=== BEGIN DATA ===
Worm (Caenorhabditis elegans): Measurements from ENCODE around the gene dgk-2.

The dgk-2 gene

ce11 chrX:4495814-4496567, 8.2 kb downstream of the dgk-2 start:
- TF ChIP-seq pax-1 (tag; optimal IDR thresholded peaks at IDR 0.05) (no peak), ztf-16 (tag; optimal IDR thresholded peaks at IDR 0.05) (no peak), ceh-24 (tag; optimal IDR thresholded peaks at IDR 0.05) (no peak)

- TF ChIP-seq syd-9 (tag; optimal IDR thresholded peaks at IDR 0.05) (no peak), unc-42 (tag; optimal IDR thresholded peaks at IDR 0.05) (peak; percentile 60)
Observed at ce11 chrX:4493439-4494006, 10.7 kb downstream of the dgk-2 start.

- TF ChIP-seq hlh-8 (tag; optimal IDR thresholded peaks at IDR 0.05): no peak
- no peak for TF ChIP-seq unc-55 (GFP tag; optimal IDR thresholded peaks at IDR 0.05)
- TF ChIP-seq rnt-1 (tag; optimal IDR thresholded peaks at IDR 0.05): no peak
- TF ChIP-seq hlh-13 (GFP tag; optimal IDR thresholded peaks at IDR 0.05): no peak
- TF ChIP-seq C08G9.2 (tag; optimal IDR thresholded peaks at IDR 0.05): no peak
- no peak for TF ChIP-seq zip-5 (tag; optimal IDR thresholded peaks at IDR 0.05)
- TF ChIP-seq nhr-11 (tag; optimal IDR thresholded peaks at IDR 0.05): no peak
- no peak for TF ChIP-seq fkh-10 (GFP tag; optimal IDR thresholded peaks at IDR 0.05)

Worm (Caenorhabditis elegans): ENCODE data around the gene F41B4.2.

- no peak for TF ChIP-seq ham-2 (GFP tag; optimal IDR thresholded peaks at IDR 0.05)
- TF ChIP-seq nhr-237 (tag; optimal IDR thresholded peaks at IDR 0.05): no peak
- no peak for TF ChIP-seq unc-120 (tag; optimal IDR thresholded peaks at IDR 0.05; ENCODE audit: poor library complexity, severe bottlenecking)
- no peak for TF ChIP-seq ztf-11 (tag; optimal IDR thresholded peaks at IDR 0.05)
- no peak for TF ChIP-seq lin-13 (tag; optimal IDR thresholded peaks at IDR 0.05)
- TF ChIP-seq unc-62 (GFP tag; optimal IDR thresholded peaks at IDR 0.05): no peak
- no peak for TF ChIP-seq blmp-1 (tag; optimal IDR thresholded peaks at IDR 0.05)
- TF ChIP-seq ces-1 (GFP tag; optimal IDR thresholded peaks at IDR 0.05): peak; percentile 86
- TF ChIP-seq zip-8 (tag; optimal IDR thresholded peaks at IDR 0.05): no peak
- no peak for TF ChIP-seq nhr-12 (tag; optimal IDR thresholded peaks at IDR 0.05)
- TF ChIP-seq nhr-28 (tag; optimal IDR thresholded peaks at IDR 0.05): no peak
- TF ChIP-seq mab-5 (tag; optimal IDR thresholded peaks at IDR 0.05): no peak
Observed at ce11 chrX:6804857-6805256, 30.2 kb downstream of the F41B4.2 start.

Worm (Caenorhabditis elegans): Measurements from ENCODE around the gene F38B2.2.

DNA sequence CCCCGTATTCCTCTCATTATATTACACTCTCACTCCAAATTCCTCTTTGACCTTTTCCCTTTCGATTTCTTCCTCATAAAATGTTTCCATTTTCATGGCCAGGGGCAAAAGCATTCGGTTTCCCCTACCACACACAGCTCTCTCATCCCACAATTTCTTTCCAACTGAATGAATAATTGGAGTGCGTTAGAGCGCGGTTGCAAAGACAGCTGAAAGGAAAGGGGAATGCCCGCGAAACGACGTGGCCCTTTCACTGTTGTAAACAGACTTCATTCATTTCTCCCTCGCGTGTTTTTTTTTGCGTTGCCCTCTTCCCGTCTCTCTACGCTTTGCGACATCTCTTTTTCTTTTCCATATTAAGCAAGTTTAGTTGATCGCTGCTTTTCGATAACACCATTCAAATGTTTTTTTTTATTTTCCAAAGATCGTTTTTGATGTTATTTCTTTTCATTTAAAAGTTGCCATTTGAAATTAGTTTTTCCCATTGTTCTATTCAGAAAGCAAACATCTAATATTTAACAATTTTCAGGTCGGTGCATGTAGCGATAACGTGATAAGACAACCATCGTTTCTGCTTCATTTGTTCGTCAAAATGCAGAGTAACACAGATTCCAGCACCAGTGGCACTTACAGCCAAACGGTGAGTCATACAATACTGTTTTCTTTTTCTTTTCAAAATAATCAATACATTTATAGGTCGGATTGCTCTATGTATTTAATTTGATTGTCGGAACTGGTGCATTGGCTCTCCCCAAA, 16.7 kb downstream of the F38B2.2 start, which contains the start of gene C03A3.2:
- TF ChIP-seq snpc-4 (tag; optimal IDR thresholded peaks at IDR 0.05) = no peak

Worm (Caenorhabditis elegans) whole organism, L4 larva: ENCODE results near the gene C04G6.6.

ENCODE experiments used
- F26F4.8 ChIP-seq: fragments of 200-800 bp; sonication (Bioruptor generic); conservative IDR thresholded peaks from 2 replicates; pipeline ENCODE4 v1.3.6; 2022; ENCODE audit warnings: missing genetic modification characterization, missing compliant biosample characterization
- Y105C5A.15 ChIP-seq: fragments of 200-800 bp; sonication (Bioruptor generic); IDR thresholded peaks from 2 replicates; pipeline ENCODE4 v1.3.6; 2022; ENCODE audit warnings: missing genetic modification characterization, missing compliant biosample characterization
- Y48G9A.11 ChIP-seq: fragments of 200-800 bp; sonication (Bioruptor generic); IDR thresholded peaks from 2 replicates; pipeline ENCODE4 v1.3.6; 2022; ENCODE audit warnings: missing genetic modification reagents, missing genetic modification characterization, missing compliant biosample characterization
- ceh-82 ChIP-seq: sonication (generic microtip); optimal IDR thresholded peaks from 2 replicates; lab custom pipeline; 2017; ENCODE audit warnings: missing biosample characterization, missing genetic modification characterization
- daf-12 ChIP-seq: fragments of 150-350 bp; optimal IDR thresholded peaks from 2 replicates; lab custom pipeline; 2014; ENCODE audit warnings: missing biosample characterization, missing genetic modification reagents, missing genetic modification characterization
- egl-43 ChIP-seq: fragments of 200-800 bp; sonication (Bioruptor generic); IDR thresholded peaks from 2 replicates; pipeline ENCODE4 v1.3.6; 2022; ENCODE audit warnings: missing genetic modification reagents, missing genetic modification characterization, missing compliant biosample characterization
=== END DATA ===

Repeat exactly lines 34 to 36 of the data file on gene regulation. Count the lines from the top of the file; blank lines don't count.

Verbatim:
- F26F4.8 ChIP-seq: fragments of 200-800 bp; sonication (Bioruptor generic); conservative IDR thresholded peaks from 2 replicates; pipeline ENCODE4 v1.3.6; 2022; ENCODE audit warnings: missing genetic modification characterization, missing compliant biosample characterization
- Y105C5A.15 ChIP-seq: fragments of 200-800 bp; sonication (Bioruptor generic); IDR thresholded peaks from 2 replicates; pipeline ENCODE4 v1.3.6; 2022; ENCODE audit warnings: missing genetic modification characterization, missing compliant biosample characterization
- Y48G9A.11 ChIP-seq: fragments of 200-800 bp; sonication (Bioruptor generic); IDR thresholded peaks from 2 replicates; pipeline ENCODE4 v1.3.6; 2022; ENCODE audit warnings: missing genetic modification reagents, missing genetic modification characterization, missing compliant biosample characterization